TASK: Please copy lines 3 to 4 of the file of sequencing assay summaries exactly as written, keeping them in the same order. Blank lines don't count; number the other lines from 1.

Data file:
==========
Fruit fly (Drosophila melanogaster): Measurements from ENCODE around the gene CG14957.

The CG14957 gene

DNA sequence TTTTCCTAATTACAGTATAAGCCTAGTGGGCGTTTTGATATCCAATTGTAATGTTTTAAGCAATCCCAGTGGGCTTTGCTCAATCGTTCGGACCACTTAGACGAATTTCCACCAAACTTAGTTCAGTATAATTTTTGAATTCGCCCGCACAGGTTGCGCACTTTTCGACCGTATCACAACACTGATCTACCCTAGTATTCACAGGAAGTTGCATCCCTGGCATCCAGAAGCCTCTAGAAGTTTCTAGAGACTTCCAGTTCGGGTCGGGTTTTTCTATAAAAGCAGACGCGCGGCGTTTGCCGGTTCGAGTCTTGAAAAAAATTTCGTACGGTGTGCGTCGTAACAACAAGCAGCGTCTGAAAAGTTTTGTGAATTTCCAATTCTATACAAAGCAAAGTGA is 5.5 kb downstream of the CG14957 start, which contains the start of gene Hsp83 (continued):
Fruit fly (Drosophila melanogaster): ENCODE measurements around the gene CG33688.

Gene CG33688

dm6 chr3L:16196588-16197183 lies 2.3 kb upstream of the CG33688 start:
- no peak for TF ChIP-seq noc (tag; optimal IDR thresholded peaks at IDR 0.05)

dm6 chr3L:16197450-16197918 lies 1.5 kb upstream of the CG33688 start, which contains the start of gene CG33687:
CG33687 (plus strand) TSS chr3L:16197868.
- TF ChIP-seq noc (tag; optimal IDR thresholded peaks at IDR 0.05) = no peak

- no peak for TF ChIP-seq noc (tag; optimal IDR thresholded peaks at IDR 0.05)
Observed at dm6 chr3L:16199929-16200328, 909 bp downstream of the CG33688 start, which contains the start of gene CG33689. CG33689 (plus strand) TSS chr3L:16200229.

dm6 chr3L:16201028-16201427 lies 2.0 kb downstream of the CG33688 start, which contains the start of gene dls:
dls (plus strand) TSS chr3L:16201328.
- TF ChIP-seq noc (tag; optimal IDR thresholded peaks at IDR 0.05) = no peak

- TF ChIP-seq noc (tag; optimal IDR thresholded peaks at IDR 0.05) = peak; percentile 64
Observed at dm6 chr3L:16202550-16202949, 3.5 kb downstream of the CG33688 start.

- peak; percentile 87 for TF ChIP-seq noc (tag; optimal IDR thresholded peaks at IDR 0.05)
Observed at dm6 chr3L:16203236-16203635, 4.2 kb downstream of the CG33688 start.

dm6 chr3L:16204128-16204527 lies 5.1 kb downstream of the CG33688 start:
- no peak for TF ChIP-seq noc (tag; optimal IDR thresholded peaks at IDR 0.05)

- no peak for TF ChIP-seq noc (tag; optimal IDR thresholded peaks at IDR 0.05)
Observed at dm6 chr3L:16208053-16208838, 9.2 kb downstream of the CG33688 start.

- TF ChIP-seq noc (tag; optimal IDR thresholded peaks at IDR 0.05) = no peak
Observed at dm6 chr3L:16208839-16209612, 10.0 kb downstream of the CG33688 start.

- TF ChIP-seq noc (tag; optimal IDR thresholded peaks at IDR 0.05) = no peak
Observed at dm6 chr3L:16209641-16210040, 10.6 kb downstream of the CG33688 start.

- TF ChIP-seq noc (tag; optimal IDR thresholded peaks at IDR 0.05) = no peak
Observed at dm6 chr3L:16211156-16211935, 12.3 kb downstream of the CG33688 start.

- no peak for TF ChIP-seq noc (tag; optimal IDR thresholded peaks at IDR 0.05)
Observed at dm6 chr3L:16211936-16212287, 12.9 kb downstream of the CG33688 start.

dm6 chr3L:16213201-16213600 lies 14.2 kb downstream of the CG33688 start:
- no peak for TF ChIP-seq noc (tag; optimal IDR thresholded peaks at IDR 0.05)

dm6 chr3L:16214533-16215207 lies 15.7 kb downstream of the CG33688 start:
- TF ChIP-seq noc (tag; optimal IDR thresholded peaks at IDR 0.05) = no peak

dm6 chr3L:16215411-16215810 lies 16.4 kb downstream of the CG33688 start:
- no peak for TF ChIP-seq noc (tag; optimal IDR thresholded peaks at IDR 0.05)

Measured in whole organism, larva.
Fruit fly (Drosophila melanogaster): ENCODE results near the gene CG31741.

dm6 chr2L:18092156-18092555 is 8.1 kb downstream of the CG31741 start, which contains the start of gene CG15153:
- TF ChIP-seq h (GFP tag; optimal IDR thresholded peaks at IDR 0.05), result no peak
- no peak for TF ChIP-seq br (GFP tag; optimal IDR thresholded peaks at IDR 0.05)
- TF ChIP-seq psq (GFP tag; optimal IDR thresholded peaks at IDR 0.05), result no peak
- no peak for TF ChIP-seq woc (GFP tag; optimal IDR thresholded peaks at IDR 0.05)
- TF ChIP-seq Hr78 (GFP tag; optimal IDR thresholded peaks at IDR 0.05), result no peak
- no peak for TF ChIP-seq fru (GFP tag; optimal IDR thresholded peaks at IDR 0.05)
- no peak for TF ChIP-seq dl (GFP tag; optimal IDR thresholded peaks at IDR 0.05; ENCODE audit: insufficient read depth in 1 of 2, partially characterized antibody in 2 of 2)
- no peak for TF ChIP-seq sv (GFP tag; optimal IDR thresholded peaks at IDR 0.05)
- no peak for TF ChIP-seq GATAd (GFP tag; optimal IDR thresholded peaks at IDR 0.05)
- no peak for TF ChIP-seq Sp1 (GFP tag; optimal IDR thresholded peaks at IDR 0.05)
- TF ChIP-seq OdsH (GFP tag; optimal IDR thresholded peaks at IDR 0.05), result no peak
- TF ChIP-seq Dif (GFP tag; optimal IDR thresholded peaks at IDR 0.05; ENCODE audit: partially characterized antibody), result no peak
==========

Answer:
DNA sequence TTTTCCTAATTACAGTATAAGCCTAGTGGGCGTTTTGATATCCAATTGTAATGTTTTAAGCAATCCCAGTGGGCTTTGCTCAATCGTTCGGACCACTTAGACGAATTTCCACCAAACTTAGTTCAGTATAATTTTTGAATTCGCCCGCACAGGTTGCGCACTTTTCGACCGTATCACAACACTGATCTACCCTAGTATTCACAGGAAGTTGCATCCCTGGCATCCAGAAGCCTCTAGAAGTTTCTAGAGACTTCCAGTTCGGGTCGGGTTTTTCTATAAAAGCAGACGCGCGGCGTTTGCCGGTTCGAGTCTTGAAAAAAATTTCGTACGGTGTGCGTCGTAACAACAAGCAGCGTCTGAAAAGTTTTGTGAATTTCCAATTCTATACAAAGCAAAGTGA is 5.5 kb downstream of the CG14957 start, which contains the start of gene Hsp83 (continued):
Fruit fly (Drosophila melanogaster): ENCODE measurements around the gene CG33688.